THE EXPORT TARGET

New target will be announced in the forthcoming trade policy

From SHAMIM AHMED RIZVI, Islamabad
July  21 - 27 , 2003 

The export target for the current year (2003-04) may be enhanced and set at $12 billion in view of the performance of the outgoing year which crossed $11 billion against the target of $10.4.

Talking informally to the newsmen in the National Assembly, Commerce Minister, Humayun Akhtar Khan, disclosed that the new target will be announced in the new trade policy which is being formulated by the Commerce Ministry and likely to be announced in third week of July. He said the exports of the country touched the figure of $11 billion, surpassing the set target of $10.4 billion for fiscal 2002-03. The minister claimed that it is unprecedented in the trade history of the country that actual figure exceeded the set target, showing the government's commitment for promotion of exports to achieve the target, and strengthen the economy of the country.

Humayun said that this situation was the result of good economic policies and indicated growth and sustainability. He believed that the same trend will continue in the coming years to take Pakistan's exports to optimum level. He gave credited of better performance on economic front to continuity in policies. He said that last year's trade policy had worked to the expectations but a number of changes were on the cards for 2003-04. Exploring of new international markets and entering in export of non-traditional items were two major tools to increase exports, he added.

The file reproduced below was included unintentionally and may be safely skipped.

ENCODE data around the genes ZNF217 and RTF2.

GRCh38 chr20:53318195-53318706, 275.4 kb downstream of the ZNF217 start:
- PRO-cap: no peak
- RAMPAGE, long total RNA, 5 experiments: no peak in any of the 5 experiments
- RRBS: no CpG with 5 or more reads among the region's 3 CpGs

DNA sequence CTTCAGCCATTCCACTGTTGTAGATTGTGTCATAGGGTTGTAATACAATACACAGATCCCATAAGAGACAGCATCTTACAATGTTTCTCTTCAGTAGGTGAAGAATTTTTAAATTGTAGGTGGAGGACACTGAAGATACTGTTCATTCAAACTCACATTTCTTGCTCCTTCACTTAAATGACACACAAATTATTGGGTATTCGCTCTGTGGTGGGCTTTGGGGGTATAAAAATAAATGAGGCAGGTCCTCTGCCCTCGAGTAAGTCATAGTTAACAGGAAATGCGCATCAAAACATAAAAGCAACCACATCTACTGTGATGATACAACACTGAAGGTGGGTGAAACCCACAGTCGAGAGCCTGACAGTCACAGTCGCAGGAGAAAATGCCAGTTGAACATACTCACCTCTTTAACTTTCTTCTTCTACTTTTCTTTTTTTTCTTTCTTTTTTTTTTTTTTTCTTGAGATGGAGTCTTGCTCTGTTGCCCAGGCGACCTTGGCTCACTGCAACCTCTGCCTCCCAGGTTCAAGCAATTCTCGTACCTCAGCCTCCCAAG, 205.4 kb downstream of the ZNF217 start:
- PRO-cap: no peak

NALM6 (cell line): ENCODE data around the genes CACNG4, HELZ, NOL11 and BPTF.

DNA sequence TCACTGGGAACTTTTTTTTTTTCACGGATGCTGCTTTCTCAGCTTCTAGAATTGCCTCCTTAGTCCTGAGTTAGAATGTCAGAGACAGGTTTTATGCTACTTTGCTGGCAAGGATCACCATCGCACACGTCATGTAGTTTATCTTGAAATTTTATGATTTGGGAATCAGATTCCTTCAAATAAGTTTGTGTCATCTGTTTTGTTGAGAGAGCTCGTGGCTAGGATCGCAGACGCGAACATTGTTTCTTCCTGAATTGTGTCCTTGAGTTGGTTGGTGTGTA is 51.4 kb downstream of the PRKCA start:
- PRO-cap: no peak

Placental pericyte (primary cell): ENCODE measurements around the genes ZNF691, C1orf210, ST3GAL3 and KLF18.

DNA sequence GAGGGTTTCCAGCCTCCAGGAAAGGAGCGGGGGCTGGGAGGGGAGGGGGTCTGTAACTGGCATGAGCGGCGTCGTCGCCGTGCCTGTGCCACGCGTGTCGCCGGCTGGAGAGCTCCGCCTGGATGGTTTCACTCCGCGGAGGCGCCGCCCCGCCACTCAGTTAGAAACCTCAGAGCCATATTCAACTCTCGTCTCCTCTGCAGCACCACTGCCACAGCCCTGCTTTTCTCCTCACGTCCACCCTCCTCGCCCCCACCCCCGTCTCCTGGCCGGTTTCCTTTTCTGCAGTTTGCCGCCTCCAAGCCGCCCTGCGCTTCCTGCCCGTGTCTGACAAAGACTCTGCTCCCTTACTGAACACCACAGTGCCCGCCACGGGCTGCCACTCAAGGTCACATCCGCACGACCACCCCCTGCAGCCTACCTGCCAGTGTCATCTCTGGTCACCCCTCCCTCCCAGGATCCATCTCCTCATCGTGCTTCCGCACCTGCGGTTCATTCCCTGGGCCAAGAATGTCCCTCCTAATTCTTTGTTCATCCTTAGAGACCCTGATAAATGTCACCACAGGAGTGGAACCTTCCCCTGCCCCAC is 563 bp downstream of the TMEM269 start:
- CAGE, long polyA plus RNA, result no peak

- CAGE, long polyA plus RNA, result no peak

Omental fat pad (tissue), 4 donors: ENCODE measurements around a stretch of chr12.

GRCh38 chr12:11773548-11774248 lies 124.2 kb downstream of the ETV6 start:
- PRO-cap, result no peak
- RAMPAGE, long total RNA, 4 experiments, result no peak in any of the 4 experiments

He said that the same pattern would be followed for 2003-04 but with some modifications, to get the desired results. Pakistan would focus on China, Afghanistan, Turkey, EU, Far Eastern countries, and Africa besides strengthening its position in traditional markets. Promotion of export of non-traditional items and exploration of new international markets have been two focal points of Islamabad's policy to enhance exports. The policy has worked to the expectation of the policy makers, the Commerce Minister said adding that he would fully back these priorities. He was confident that it was the best way to make a big leap forward to substantially add to the country's exports. According to him, non-traditional items share in 2002-03 exports was $500 million, which he believed was good enough.

On the issue of signing of Trade and Investment Framework Agreement (TIFA) with the US, Humayun said it was in line with Islamabad's policy to enter into various agreements to ensure access of Pakistan's traders to important market. He said he was confident that TIFA would transform into 'free trade agreement' (FTA). However, the duration for transformation would depend on pace of progress as well as implementation of intellectual property rights laws for which the government is setting up PIPRO, he added.

The minister said the government would use Afghanistan as a launching pad to enhance its exports to Central Asian States. The minister was of the view that WTO regime would benefit Pakistan in all terms. The government was taking various measures to fit Pakistan in post 2005 scenario. These include substantial cut in duties, better quality and standards for all major sectors, and abolition of subsidies for agriculture sectors.

He was of the view that WTO regime would eliminate quota system, which would pay benefit to Pakistan, as its traders would have free access to many major markets. The Commerce Minister ruled out any possibility of granting 'most favoured nation' (MNF) status to India. He linked such concession to New Delhi with sustained political ties saying "we are open for talks with India on all issues but just one item of trade cannot be taken up in isolation". The Minister said that Pakistan and Turkey have agreed, in principle, to enhance bilateral trade for which setting up of Pak-Turk Investment Company, on pattern of Pak-Oman Investment Company, was under consideration.